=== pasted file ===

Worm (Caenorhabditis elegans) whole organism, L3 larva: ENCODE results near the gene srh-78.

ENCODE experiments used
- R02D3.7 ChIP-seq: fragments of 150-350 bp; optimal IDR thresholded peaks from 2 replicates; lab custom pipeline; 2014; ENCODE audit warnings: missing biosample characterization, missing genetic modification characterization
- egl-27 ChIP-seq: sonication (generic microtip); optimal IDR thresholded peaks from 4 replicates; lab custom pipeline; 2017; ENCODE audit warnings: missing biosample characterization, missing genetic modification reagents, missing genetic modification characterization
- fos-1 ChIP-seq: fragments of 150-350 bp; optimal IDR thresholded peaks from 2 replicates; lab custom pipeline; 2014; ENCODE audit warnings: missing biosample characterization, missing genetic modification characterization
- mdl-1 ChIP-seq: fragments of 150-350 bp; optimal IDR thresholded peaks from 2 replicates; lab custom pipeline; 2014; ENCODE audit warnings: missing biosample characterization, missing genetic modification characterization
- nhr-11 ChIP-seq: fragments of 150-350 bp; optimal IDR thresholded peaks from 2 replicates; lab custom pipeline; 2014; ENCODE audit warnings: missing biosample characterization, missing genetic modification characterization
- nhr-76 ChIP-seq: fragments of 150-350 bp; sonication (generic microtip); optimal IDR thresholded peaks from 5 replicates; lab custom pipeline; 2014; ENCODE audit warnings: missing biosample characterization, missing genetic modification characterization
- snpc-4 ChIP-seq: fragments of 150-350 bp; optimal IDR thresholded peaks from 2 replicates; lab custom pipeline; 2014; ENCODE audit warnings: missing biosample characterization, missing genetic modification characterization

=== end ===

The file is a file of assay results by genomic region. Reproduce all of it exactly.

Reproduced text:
Worm (Caenorhabditis elegans) whole organism, L3 larva: ENCODE results near the gene srh-78.

ENCODE experiments used
- R02D3.7 ChIP-seq: fragments of 150-350 bp; optimal IDR thresholded peaks from 2 replicates; lab custom pipeline; 2014; ENCODE audit warnings: missing biosample characterization, missing genetic modification characterization
- egl-27 ChIP-seq: sonication (generic microtip); optimal IDR thresholded peaks from 4 replicates; lab custom pipeline; 2017; ENCODE audit warnings: missing biosample characterization, missing genetic modification reagents, missing genetic modification characterization
- fos-1 ChIP-seq: fragments of 150-350 bp; optimal IDR thresholded peaks from 2 replicates; lab custom pipeline; 2014; ENCODE audit warnings: missing biosample characterization, missing genetic modification characterization
- mdl-1 ChIP-seq: fragments of 150-350 bp; optimal IDR thresholded peaks from 2 replicates; lab custom pipeline; 2014; ENCODE audit warnings: missing biosample characterization, missing genetic modification characterization
- nhr-11 ChIP-seq: fragments of 150-350 bp; optimal IDR thresholded peaks from 2 replicates; lab custom pipeline; 2014; ENCODE audit warnings: missing biosample characterization, missing genetic modification characterization
- nhr-76 ChIP-seq: fragments of 150-350 bp; sonication (generic microtip); optimal IDR thresholded peaks from 5 replicates; lab custom pipeline; 2014; ENCODE audit warnings: missing biosample characterization, missing genetic modification characterization
- snpc-4 ChIP-seq: fragments of 150-350 bp; optimal IDR thresholded peaks from 2 replicates; lab custom pipeline; 2014; ENCODE audit warnings: missing biosample characterization, missing genetic modification characterization